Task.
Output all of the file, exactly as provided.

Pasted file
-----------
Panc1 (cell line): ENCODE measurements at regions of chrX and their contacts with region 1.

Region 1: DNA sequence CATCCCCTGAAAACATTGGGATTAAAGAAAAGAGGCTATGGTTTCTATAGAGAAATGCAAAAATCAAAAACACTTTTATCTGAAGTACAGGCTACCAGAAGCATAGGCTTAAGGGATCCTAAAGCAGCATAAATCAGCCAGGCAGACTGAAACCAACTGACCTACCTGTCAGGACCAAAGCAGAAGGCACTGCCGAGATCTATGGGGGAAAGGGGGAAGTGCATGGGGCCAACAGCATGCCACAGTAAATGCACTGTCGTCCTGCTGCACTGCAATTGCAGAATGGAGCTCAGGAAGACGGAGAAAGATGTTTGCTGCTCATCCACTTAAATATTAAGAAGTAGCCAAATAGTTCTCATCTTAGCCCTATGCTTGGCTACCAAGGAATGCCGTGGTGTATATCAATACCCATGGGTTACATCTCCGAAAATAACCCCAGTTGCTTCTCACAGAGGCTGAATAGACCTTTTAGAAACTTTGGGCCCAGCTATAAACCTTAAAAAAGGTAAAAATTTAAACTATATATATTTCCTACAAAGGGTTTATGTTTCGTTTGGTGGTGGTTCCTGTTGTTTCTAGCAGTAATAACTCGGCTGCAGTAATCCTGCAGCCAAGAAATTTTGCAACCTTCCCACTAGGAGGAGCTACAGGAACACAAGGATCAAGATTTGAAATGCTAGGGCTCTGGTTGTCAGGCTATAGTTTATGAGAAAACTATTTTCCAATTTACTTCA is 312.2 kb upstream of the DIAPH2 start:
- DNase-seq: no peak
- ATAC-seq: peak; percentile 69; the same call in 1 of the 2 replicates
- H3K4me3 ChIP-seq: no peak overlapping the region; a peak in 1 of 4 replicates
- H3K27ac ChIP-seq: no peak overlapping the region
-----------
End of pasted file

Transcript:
Panc1 (cell line): ENCODE measurements at regions of chrX and their contacts with region 1.

Region 1: DNA sequence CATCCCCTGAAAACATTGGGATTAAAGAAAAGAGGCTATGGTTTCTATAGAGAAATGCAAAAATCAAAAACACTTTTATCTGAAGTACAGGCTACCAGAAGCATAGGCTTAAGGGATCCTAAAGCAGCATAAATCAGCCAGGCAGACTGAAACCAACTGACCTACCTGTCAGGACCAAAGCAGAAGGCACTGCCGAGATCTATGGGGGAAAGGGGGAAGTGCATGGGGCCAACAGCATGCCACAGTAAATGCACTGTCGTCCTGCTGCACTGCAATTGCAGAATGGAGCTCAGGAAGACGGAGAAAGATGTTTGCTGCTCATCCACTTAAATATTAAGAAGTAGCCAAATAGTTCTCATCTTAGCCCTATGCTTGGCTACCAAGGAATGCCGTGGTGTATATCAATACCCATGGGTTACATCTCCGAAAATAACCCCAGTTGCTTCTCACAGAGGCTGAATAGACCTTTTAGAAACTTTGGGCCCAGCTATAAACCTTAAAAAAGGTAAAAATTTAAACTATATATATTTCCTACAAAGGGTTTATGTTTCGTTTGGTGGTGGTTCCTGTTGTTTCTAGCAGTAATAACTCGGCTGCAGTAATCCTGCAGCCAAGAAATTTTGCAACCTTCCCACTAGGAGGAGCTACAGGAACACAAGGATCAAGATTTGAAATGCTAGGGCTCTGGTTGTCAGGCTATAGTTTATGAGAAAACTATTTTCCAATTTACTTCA is 312.2 kb upstream of the DIAPH2 start:
- DNase-seq: no peak
- ATAC-seq: peak; percentile 69; the same call in 1 of the 2 replicates
- H3K4me3 ChIP-seq: no peak overlapping the region; a peak in 1 of 4 replicates
- H3K27ac ChIP-seq: no peak overlapping the region